Apr 24, 2012
Unfiltered Political News by Independent Contributors
PNP comment: Interesting info on Colorado River, etc. — Editor Liz Bowen
Article should take about 2 – 4 minutes to read.
Image Lake Mead bathtub ring 2010. (Credit: commons.wikimedia.org)
What, you ask, does Nevada and Las Vegas have to do with California water? Well, water wars aren’t just fought within states. They are also fought between states. Southern Nevada gets almost 90% of its water from the Colorado River. Southern California also gets substantial water from the Colorado, most of which goes to agriculture in the Imperial Valley. The Colorado River has the unenviable status of being the most litigated river in the world. The problem for Nevada is that it agreed to a small apportionment of Colorado River water back when their population was tiny. Southern Nevada gets 0.3 Million Acre Feet a Year (MAFY) while California gets a princely 4.4 MAFY.
But then gambling came to Las Vegas in a big way. The population soared. They now have persistent water problems, made worse by a decade of drought. Thus, the Southern Nevada Water Authority is on a mission to find water anywhere it can.
Nevada’s crown jewel is the Hoover Dam on the Colorado River at Lake Mead. They get one-third of the power generated by it. But water levels at Lake Mead have dropped so precipitously that a “third straw” is needed to insure that water will be available. It will cost $800 million and no one is quite sure where the money will come from. In addition, SNWA has floated plans to build pipelines from northern Nevada and Utah, something which has met with vociferous opposition. They’ve also discussed building desalination plants in California or Mexico and swapping that for more water from the Colorado River.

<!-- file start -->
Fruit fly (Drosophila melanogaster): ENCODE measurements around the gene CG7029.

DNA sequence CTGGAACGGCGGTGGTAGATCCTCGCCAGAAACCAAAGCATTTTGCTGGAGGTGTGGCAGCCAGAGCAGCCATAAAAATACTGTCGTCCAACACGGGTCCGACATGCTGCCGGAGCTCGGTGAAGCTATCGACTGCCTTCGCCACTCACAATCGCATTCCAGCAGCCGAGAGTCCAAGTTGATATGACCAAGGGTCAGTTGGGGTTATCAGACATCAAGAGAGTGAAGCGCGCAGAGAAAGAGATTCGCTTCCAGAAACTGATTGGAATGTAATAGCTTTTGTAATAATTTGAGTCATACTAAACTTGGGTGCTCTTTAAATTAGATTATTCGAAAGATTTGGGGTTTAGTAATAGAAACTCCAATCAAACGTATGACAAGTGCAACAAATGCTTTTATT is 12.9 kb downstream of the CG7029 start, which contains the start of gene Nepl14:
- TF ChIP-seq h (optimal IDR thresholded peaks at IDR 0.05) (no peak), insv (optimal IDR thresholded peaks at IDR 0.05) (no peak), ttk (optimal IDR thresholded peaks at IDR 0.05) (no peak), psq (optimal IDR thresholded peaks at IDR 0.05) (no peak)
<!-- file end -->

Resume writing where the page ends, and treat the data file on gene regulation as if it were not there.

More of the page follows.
Under The Law of The River which governs the Colorado, California, Nevada, and Arizona are allowed to use any Colorado River water not used by another state. But given the drought and growing populations, all three states are using their full allotments. This means no excess water for the other states.
SNWA is not currently a direct competitor with California for water due to the ancient agreement apportioning Colorado River water. Should that agreement ever change – and everyone know it is archaic – then SNWA could directly compete for more Colorado River water. However, SNWA is relentless in seeking more water and through swaps, desalination, and other agreements and is always looking to get more water from the Colorado. If they get more, someone else gets less. That is the real Law of The River.
Apr 24, 2012
PNP comment: This article is about water in Sacramento Valley and Bureau of Reclamation Project farmers south of Siskiyou County. — Editor Liz Bowen
April 23, 2012 | Posted in: News
West Side farmers will have more water to work with this summer, after the Bureau of Reclamation revised its 2012 allocation last week.
The Central California Irrigation District, which had prepared for its first “critical” water year since 1994, was advised that it will receive a normal water allocation.
Growers in surrounding federal water districts learned that their 2012 allocation has been bumped from 30 percent to 40 percent – still a far cry from the 80 percent allocation of a year ago.
According to a Bureau of Reclamation news release, improved precipitation in the Sacramento Valley and improved snowpack in the Sierra Nevada led to the increased allocations.
A 100 percent water year has been the norm for CCID even through tight water times because of its enviable water rights secured under a long-standing exchange contract, which assures the district of receiving no less than 75 percent of normal.